PMCID: PMC4214373  PMID: 19459819
18.  Pulmonary Hypertension Associated with Lung Transplantation Obliterative Bronchiolitis and Vascular Remodeling of the Allograft 
Pathologic obliterative bronchiolitis (OB)/Bronchiolitis obliterans syndrome (pathologic OB/BOS) is the major obstacle to long-term survival post-lung transplantation (LT). Our group has demonstrated that pulmonary hypertension (PH) complicates the course of chronic inflammatory lung diseases that have similarities to pathologic OB/BOS and that vascular remodeling of the bronchial circulation occurs during BOS. Consequently, we hypothesized that PH is associated with pathologic OB/BOS and may result from a vasculopathy of the allograft pulmonary circulation.
We conducted a single-center, retrospective study and examined the presence of PH and vasculopathy in patients with pathologic OB/BOS. Fifty-two pathologic specimens post-LT were recovered from January 10, 1997 to January 5, 2007 and divided into two groups, those with and without pathologic OB/BOS. PH was defined as a mean pulmonary artery pressure (mPAP) > 25 mmHg by right heart catheterization (RHC) or right ventricular systolic pressure (RVSP) ≥45 mmHg by transthoracic echocardiogram (TTE).
PH was more prevalent in those LT recipients with pathologic OB/BOS (72% vs. 0%, p = 0.003). Furthermore, pulmonary arteriopathy and venopathy were more prevalent in patients with pathologic OB/BOS (84% vs. 4%, p < 0.0001, and 77% vs. 35%, p = 0.004, respectively).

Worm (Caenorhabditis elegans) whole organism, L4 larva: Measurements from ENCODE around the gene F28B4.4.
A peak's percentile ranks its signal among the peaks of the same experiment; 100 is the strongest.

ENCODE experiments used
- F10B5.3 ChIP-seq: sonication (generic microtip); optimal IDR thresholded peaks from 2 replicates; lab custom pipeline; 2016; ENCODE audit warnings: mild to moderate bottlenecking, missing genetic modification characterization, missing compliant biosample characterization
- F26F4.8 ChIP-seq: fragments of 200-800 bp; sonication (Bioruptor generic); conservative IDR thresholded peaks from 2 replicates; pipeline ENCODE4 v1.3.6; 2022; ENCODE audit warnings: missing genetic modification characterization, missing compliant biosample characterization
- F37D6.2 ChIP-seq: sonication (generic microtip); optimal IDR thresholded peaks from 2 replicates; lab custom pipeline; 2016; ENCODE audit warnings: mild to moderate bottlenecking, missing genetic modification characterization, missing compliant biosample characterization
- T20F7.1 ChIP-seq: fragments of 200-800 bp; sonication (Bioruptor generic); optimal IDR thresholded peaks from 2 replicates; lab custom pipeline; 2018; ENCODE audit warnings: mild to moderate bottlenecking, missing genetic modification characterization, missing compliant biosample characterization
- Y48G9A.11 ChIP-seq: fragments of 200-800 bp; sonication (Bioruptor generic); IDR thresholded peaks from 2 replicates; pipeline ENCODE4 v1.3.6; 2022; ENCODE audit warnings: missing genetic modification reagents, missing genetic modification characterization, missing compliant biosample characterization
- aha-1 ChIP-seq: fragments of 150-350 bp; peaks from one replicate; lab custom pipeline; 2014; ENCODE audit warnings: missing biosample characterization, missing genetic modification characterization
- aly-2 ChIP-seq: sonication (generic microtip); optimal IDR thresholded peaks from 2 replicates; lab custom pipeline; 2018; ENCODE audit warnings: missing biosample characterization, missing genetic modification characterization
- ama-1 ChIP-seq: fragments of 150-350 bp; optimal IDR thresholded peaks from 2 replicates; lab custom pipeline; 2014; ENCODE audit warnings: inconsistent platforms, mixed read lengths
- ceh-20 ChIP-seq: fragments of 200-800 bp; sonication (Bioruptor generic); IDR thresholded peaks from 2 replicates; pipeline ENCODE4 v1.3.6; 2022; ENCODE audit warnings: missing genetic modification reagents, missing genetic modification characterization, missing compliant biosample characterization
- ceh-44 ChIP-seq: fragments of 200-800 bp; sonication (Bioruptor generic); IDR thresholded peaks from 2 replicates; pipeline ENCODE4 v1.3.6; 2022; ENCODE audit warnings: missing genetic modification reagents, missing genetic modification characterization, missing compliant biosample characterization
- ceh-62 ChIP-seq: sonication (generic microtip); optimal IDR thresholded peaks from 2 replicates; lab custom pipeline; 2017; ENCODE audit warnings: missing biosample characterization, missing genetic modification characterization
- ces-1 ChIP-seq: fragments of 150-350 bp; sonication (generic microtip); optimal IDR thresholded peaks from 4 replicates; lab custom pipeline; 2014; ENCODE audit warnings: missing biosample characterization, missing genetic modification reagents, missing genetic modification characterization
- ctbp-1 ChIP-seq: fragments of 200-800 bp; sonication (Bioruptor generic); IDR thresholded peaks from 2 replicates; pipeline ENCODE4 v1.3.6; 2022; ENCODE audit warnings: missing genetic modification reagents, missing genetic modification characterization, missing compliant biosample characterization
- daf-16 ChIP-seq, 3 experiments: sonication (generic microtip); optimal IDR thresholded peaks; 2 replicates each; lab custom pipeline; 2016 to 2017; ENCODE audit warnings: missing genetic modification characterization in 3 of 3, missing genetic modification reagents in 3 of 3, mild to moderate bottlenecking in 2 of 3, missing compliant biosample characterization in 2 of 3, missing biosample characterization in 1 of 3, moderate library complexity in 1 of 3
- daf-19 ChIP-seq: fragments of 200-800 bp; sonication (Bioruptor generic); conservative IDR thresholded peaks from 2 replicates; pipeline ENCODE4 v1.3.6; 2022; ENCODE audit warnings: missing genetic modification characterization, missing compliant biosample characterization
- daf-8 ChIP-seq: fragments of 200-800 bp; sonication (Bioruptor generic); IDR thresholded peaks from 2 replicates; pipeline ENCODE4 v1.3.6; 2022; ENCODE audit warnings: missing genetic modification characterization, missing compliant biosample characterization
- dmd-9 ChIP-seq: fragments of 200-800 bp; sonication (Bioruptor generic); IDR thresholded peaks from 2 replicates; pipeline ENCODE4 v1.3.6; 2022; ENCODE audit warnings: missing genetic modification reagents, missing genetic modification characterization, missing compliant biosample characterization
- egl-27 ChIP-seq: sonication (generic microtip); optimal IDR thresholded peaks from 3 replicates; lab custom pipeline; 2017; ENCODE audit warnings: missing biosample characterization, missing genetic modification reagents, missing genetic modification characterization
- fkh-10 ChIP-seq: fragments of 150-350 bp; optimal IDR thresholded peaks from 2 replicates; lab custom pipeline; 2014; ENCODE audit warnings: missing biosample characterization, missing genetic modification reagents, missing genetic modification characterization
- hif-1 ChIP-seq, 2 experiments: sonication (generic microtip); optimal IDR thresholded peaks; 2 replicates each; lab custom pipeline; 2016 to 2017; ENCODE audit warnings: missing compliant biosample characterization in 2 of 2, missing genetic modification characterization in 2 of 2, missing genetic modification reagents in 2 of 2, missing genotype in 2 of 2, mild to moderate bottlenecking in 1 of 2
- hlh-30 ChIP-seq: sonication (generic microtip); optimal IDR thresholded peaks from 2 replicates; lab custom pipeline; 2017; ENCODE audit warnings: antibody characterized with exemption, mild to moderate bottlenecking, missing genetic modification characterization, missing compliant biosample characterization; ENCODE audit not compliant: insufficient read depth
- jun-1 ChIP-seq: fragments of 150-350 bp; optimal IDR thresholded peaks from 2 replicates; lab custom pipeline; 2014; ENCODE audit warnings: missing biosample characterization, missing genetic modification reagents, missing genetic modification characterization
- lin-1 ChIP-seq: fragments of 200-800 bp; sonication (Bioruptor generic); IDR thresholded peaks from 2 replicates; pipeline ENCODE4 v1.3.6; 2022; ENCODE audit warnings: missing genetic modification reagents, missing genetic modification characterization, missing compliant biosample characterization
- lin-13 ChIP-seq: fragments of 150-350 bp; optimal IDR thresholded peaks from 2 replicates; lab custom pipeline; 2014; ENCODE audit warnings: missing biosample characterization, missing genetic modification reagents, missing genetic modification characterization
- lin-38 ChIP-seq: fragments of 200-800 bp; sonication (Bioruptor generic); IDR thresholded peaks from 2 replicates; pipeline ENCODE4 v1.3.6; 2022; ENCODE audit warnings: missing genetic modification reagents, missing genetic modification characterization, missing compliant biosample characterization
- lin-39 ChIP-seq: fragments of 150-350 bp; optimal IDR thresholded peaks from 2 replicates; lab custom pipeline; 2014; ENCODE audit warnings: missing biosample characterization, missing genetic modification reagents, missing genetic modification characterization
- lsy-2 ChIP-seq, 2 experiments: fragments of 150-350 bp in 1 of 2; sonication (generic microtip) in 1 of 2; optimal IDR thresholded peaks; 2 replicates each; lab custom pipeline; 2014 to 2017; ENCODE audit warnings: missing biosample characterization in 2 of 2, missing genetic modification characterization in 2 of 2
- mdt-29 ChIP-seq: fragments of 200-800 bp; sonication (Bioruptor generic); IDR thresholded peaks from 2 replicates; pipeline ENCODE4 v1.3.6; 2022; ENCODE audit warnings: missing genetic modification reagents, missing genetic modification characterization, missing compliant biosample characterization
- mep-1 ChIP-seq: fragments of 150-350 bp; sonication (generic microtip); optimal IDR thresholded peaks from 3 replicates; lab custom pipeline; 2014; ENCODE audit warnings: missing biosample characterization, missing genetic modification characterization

PH is common in LT recipients with pathologic OB/BOS and is associated with a vasculopathy of the allograft pulmonary circulation.
PMCID: PMC4207285  PMID: 18671677
Arteriopathy; bronchiolitis obliterans; chronic rejection; lung transplantation; pulmonary hypertension; vasculopathy; venopathy
19.  Evaluation of the Pulmonary Toxicity of a Fume Generated from a Nickel-, Copper-Based Electrode to be Used as a Substitute in Stainless Steel Welding 
Environmental Health Insights  2014;8(Suppl 1):11-20.
Epidemiology has indicated a possible increase in lung cancer among stainless steel welders. Chromium (Cr) is a primary component of stainless steel welding fume. There is an initiative to develop alternative welding consumables [nickel (Ni)- and copper (Cu)-based alloys] that do not contain Cr. No study has been performed to evaluate the toxicity of fumes generated from Ni- and Cu-based consumables. Dose–response and time-course effects on lung toxicity of a Ni- and Cu-based welding fume (Ni–Cu WF) were examined using an in vivo and in vitro bioassay, and compared with two other well-characterized welding fumes. Even though only trace amounts of Cr were present, a persistent increase in lung injury and inflammation was observed for the Ni–Cu WF compared to the other fumes. The difference in response appears to be due to a direct cytotoxic effect by the Ni–Cu WF sample on lung macrophages as opposed to an elevated production of reactive oxygen species (ROS).
PMCID: PMC4216652  PMID: 25392698
welding fume; pulmonary toxicity; chromium; nickel; copper; particulate matter
20.  Trends and prevalence of overweight and obesity in primary school aged children in the Republic of Ireland from 2002-2012: a systematic review 
BMC Public Health  2014;14(1):974.
The prevalence of childhood overweight and obesity in developed countries appears to be levelling off. As trends in childhood obesity prevalence have not been examined over the past decade in the Republic of Ireland, this systematic review aims to compile and synthesise all available information on the prevalence of overweight and obesity in primary school aged children between 2002 and 2012.